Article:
We often get asked about our logo and where it comes from. Why did we choose ravens? What does it mean? Why "Ravenback"?
To know the ravens in our logo and business, one must know Norse mythology, particularly Odin, the all-father and high one. On Odin’s shoulders sits two ravens: Huginn and Muninn. They are often depicted as Odin’s faithful companions and messengers, serving various roles in the Norse cosmology. The names "Huginn" and "Muninn" are Old Norse words that can be roughly translated to "thought" and "memory" or "mind," respectively.
The earliest and most well-known mention of Huginn and Muninn comes from the Poetic Edda, a collection of Old Norse poems that date back to the 13th century. One of the poems, called Grímnismál (The Sayings of Grímnir), features Odin providing a description of his ravens to a young prince Agnar.
As is here said:
“Huginn and Muninn
Fly every day
Over the great earth.
I fear for Huginn
That he may not return,
Yet more am I anxious for Muninn.”
These lines convey the idea that Huginn and Muninn are Odin's constant companions, flying all over the world and bringing back information to him. Huginn represents the power of thought, while Muninn represents the aspect of memory and recollection. They act as Odin's eyes and ears, helping him gather knowledge from different realms.
In Snorri Sturlusson’s 13th Century Prose Edda, we learn more about the two ravens:
In the Heimskringla, the first book “Ynglinga saga” includes an account of the life of Odin. Chapter 7 describes that Odin had two ravens, and upon these ravens he bestowed the gift of speech. These ravens flew all over the land and brought him information, causing Odin to become "very wise in his lore."
In Gylfaginning 37, it states: “Two ravens sit on Odin's shoulders, and bring to his ears all that they hear and see. Their names are Huginn and Muninn. At dawn Odin sends them out to fly over the whole world, and they come back at breakfast time. Thus he gets information about many things, and hence Odin is called Hrafnagud (raven-god).”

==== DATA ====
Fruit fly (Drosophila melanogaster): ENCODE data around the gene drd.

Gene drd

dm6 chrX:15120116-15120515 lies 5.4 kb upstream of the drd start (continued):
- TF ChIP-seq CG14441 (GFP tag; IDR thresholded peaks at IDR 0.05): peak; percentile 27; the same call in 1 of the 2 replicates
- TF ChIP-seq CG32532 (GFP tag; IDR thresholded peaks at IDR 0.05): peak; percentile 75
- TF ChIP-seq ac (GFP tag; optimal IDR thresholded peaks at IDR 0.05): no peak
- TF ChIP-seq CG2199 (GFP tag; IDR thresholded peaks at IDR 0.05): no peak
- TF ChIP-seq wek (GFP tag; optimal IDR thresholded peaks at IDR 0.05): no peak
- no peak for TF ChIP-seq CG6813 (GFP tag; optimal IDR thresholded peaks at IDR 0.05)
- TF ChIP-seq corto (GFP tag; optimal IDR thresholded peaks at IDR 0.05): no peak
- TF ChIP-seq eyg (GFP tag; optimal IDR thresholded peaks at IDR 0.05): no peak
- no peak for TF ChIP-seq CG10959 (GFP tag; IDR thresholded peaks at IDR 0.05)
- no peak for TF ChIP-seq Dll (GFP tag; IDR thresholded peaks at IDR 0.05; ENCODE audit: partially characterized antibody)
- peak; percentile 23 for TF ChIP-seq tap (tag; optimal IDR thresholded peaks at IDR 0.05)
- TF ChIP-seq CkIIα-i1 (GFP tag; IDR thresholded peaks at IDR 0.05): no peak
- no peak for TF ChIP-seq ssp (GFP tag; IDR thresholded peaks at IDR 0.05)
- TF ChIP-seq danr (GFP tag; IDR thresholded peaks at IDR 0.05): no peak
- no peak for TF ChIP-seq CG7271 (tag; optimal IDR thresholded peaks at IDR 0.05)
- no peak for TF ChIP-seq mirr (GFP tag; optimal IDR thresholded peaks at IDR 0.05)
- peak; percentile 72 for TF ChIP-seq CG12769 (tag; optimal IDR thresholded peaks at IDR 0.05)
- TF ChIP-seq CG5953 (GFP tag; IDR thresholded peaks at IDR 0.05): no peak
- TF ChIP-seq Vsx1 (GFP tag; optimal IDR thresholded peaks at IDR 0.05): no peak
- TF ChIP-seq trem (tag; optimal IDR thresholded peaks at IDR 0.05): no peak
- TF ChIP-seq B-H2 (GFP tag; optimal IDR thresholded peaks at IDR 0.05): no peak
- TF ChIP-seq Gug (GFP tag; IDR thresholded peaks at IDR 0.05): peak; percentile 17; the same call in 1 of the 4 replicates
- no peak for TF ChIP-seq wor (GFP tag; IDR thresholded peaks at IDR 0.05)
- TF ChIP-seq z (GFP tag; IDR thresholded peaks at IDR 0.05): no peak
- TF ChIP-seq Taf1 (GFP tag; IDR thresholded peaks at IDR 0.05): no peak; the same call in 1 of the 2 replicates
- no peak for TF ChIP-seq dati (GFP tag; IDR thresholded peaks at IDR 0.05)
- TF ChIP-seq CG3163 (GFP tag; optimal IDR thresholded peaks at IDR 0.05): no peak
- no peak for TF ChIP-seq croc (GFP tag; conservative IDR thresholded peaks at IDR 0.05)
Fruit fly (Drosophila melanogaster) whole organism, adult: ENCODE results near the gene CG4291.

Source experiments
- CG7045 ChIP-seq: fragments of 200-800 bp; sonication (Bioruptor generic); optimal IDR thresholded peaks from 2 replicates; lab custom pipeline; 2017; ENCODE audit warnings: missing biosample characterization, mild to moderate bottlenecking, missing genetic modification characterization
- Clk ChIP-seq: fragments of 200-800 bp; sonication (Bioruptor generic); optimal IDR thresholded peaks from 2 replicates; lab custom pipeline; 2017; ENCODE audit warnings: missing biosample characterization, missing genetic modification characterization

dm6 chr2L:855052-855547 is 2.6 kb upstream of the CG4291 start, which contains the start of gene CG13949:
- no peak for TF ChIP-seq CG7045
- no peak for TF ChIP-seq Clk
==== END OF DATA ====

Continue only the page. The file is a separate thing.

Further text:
Huginn and Muninn are often portrayed as symbols of wisdom, knowledge, and Odin's deep connection to the broader universe. They play a significant role in conveying the god's all-seeing and all-knowing nature. The imagery of these ravens has also been used in various forms of art, literature, and modern popular culture, where they continue to serve as powerful symbols of wisdom and mystery.
Odin is clearly the god of the ravens, and ravens are known as Odin’s birds. Often seen on the battlefields, accompanying fallen warriors on their way to Valhall, and often seen as “food for the ravens”. Ravens were documented in other Scandinavian works such as Orkneyinga saga, Njáls saga, and Þorsteins saga; along with other English chronicles. Army banners of the Viking age Nordic armies depicted ravens. They were woven in such a way that the raven wings appeared to be fluttering in the wind.
Scholars have linked Odin’s relationship to Huginn and Munnin to shamanic practice. Some theories by John Lindow say that in Grímnismál stanza where Odin worries about the return of Huginn and Muninn "would be consistent with the danger that the shaman faces on the trance-state journey."
Huginn and Muninn also represent heathen concepts of the “fylgja." This is a concept with three characteristics; shape-shifting abilities, good fortune, and the guardian spirit. They can also represent “hamingja", the ghostly double of a person that may appear in the form of an animal. We know that Odin can shapeshift, and when the two ravens fly out to get him the wisdom of Midgard and beyond, it supports the claim. Bernd Heinrich theorizes that Huginn and Muninn, along with Odin and his wolves Geri and Freki, reflect a symbiosis observed in the natural world among ravens, wolves, and humans on the hunt.
In summary, Huginn and Muninn are two iconic ravens from Norse mythology that serve as messengers and companions to Odin, symbolizing thought and memory. Their presence in mythology highlights Odin's connection to the world and his pursuit of knowledge and wisdom.
Ravens represent prophecy, higher intuition, and intelligence. Because of their dark appearance, ravens are often misunderstood and are symbolized as bad omens, but when it comes to their true nature, these animals become manifestations of strong spiritual power and clairvoyance.
With a powerful iconography and impactful story within the Norse sagas and lore, we have always felt connected to these beautiful birds. In the same way the Ravens would travel for Odin and bring him wisdom, we like to think of ourselves as spreading our art and own wisdom with Ravenback Supply Co. We each have our own thought and memory, like two ravens on our back whispering wisdom and learnings they've picked up along the way we call life.